In the third quarter of the year, the nation’s home-sale prices fell by 1.5% from 2018 levels, coming in at a median of $370,300, according to a report from Redfin.
The quarter’s decline, which now marks the biggest retreat since 2012, also represents the third consecutive quarter of price weakening.
According to the company, new-home sales rose by 5.6% in Q3, marking the second consecutive quarter of increases.
However, new-home supply, which decreased 7.9% year over year, experienced the biggest inventory drop since 2012 and the second straight quarter of declines.
Redfin attributes Q3’s sales increase to a drop in new-home inventory as the typical new home was on the market for 90 days before going under contract, just about flat from 89 days the year before.
Nevertheless, the company claims the surge in sales, along with a nearly 10% year-over-year increase in residential building permits—the biggest in two-and-a-half years—might signal the beginning of a moderate recovery for the new-home market.
Daryl Fairweather, Redfin’s chief economist, said as mortgage rates remain low, more and more buyers are returning to the market.
“Buyers are returning to the new-home market thanks to low mortgage rates and relatively low prices,” said Fairweather. “And builders, also taking advantage of low-interest rates to fund projects, are paying attention to preferences for affordability, which has led to more sales.”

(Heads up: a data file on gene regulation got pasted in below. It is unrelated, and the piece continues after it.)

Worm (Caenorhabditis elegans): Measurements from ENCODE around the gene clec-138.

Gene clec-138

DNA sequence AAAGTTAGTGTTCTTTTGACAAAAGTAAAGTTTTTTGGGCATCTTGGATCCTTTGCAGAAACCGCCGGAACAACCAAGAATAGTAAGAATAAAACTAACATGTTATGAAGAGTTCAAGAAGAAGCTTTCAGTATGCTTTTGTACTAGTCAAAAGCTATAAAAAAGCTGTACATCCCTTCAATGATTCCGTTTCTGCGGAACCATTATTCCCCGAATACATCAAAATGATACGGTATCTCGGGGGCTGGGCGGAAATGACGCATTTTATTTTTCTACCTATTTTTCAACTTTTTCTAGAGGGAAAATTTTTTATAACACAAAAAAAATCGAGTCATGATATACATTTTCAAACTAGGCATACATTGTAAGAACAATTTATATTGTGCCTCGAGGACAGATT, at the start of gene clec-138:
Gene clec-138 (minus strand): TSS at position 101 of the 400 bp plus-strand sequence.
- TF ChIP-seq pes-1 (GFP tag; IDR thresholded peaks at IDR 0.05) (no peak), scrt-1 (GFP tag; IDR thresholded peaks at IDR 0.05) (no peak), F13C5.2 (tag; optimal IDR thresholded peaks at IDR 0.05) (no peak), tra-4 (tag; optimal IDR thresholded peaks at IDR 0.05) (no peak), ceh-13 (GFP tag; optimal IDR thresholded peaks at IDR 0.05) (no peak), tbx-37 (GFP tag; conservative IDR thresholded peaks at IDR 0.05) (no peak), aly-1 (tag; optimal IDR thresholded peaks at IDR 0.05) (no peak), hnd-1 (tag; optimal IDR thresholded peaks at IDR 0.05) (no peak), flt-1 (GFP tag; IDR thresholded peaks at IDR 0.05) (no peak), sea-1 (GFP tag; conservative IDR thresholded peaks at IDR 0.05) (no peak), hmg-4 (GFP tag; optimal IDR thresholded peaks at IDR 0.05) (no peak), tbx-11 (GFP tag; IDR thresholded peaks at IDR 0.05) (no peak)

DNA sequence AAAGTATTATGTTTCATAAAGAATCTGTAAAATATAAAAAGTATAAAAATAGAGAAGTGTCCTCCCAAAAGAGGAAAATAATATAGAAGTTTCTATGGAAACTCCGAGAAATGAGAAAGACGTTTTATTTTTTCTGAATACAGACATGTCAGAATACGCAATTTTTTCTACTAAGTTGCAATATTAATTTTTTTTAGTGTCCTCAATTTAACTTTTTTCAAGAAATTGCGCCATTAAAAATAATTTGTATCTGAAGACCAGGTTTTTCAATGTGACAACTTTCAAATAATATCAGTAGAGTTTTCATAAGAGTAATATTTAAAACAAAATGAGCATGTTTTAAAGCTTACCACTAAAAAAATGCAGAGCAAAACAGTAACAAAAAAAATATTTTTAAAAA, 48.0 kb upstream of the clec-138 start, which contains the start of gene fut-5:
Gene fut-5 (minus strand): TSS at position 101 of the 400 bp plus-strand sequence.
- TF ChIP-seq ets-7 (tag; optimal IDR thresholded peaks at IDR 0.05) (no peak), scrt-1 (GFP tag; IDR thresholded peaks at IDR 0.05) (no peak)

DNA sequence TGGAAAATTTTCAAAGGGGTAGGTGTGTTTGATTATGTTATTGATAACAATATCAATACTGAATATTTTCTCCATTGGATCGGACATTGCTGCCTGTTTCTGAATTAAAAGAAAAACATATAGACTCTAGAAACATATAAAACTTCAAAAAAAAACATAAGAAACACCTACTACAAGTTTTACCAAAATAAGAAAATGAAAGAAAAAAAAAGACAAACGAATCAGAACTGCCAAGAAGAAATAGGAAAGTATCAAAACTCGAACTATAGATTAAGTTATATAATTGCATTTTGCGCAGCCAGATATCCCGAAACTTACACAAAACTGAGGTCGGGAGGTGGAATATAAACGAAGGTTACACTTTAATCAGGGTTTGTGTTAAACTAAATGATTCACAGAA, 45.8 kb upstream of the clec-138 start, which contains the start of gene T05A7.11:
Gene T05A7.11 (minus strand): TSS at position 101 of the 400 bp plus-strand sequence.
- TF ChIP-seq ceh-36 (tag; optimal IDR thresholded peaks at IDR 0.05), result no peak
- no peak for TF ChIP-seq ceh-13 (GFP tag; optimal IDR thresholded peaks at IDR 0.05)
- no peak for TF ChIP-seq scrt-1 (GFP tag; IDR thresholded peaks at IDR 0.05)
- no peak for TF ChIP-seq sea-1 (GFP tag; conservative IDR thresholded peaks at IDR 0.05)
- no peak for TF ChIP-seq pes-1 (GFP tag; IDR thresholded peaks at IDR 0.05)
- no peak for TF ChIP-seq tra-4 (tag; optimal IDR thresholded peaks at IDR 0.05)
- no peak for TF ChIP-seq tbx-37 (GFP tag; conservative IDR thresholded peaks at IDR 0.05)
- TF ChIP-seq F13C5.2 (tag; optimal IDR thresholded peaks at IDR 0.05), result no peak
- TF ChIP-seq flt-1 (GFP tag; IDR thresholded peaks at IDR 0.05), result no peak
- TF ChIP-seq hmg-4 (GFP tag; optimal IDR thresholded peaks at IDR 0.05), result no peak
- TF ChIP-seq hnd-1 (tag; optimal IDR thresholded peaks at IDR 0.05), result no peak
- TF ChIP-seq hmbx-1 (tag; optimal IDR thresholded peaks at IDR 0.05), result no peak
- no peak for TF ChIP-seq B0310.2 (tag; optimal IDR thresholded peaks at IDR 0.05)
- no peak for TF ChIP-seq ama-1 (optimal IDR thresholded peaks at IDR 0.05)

During Q3, several housing markets experienced a surge of new listings, including Raleigh, North Carolina, which was home to the nation’s most new home sales, according to Redfin.
In this housing market, 27% of homes sold in Q3 were new, the highest of any metros tracked by Redfin.
Allen Wyde, a Raleigh Redfin agent, said he’s seeing a resurgence in the new-home market in his area, partly because builders have begun addressing buyer demand after several years of shortages.
“While buyers in Raleigh have always been interested in new homes, construction nearly ground to a halt after the Great Recession as builders were scared of being left with newly built homes, they wouldn’t be able to sell,” Wyde said. “In the last two years, builders have loosened the reins and started constructing homes without a buyer in mind. And they’re selling.”
Raleigh isn’t alone, as building permits for all types of U.S. residential construction were up 9.7% year over year in Q3, the biggest increase since the first quarter of 2017. For single-family homes, building permits were up 3%, marking the first increase after three quarters of declines, according to Redfin.
“Residential construction was a bright spot in the economy in the third quarter, a sign that builders are working to fill an inventory gap,” Fairweather said. “As we head into the new year, I expect more new-home listings to hit the market, which should help sustain the relatively high level of sales.”